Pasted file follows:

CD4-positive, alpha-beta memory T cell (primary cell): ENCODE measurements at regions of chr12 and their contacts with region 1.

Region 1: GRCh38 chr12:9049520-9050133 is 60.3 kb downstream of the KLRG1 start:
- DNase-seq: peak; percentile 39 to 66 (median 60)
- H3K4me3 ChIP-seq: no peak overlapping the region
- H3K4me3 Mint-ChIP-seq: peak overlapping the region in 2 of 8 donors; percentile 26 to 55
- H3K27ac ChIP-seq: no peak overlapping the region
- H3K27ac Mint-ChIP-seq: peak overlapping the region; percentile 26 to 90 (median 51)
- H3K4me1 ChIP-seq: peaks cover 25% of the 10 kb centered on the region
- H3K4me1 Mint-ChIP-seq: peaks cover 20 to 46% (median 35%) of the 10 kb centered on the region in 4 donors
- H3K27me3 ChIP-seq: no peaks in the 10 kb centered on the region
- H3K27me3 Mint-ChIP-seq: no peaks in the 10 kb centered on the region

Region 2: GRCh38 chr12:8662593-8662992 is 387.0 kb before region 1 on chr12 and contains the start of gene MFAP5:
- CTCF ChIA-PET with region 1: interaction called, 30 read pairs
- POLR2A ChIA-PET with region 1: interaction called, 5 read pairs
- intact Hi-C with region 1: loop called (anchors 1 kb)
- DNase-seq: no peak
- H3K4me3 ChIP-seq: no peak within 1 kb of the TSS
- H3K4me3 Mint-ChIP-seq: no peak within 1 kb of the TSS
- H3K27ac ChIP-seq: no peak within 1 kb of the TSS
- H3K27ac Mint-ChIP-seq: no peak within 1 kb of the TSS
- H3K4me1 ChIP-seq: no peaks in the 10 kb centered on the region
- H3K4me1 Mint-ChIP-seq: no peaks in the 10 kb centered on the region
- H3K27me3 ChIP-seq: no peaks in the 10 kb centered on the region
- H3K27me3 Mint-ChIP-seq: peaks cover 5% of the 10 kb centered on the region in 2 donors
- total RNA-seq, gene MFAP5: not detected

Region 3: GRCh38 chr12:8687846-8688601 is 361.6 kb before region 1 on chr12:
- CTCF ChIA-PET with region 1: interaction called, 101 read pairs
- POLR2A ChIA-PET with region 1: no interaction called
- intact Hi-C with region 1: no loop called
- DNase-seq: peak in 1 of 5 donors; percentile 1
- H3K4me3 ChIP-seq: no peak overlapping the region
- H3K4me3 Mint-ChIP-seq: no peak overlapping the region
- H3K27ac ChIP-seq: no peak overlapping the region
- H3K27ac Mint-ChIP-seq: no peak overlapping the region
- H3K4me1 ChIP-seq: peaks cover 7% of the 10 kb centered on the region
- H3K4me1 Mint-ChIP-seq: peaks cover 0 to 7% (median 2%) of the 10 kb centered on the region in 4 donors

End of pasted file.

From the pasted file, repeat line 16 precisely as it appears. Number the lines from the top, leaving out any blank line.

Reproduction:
- DNase-seq: no peak